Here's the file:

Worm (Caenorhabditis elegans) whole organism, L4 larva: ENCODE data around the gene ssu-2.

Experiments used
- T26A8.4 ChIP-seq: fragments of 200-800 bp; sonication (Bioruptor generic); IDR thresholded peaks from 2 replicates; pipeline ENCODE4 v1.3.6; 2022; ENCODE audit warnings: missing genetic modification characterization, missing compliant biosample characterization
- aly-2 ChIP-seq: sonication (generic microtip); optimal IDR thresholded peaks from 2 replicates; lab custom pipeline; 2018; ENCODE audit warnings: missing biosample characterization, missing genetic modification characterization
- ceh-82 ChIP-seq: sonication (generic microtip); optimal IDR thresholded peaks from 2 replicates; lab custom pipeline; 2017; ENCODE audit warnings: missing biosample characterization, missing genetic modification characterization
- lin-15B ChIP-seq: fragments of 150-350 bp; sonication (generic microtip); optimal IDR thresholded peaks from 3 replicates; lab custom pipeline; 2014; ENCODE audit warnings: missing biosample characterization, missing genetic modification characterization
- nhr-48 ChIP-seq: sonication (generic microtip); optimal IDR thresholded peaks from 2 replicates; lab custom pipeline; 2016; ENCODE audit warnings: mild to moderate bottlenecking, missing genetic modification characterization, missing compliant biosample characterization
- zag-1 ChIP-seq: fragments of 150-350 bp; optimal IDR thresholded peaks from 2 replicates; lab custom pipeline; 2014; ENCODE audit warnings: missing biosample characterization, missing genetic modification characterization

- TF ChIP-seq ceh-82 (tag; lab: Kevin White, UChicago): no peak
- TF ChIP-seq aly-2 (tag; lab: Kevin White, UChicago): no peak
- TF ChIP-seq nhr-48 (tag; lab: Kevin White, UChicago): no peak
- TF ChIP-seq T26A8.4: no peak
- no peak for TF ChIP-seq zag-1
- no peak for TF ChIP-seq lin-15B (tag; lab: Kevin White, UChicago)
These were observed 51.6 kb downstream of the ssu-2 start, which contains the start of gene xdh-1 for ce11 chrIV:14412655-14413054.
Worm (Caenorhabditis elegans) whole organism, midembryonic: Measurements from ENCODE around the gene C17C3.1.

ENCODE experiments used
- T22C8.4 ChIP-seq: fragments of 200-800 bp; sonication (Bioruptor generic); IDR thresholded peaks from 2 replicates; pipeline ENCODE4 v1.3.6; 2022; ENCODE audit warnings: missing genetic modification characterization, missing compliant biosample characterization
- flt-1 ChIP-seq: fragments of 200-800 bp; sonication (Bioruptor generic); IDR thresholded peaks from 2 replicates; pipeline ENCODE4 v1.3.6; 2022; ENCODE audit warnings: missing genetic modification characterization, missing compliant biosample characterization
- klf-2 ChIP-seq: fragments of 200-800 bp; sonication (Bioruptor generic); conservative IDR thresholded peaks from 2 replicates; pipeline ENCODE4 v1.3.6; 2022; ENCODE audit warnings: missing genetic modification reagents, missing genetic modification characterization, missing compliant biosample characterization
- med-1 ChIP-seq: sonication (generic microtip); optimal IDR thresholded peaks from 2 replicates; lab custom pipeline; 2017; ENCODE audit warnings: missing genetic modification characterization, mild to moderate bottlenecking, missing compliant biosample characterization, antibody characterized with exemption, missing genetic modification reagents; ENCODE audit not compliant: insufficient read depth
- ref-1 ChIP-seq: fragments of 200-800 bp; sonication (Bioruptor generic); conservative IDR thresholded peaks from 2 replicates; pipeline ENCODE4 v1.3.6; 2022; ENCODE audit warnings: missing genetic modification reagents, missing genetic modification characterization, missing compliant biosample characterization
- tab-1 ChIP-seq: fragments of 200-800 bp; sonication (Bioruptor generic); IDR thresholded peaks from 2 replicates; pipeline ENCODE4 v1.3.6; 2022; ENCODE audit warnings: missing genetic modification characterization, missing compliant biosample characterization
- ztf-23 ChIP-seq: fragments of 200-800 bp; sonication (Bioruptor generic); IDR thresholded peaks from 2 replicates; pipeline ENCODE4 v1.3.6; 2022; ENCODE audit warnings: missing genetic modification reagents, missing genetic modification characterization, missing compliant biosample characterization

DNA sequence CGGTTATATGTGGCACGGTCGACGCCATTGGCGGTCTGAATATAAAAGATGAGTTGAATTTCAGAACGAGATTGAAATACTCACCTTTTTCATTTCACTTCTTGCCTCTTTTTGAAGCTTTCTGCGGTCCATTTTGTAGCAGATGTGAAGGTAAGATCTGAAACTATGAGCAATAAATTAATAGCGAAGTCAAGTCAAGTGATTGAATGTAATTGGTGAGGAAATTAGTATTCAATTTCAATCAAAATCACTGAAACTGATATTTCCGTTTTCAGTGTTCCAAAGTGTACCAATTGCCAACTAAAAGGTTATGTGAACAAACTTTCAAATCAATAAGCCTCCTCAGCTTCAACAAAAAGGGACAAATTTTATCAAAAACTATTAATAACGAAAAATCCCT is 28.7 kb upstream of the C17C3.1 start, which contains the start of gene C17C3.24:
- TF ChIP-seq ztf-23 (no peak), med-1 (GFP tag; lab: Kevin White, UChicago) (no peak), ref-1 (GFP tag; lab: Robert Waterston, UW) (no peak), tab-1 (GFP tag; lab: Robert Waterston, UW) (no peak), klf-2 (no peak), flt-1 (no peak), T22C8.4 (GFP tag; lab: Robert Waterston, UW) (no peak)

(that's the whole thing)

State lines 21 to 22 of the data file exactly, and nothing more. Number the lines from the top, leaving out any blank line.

- med-1 ChIP-seq: sonication (generic microtip); optimal IDR thresholded peaks from 2 replicates; lab custom pipeline; 2017; ENCODE audit warnings: missing genetic modification characterization, mild to moderate bottlenecking, missing compliant biosample characterization, antibody characterized with exemption, missing genetic modification reagents; ENCODE audit not compliant: insufficient read depth
- ref-1 ChIP-seq: fragments of 200-800 bp; sonication (Bioruptor generic); conservative IDR thresholded peaks from 2 replicates; pipeline ENCODE4 v1.3.6; 2022; ENCODE audit warnings: missing genetic modification reagents, missing genetic modification characterization, missing compliant biosample characterization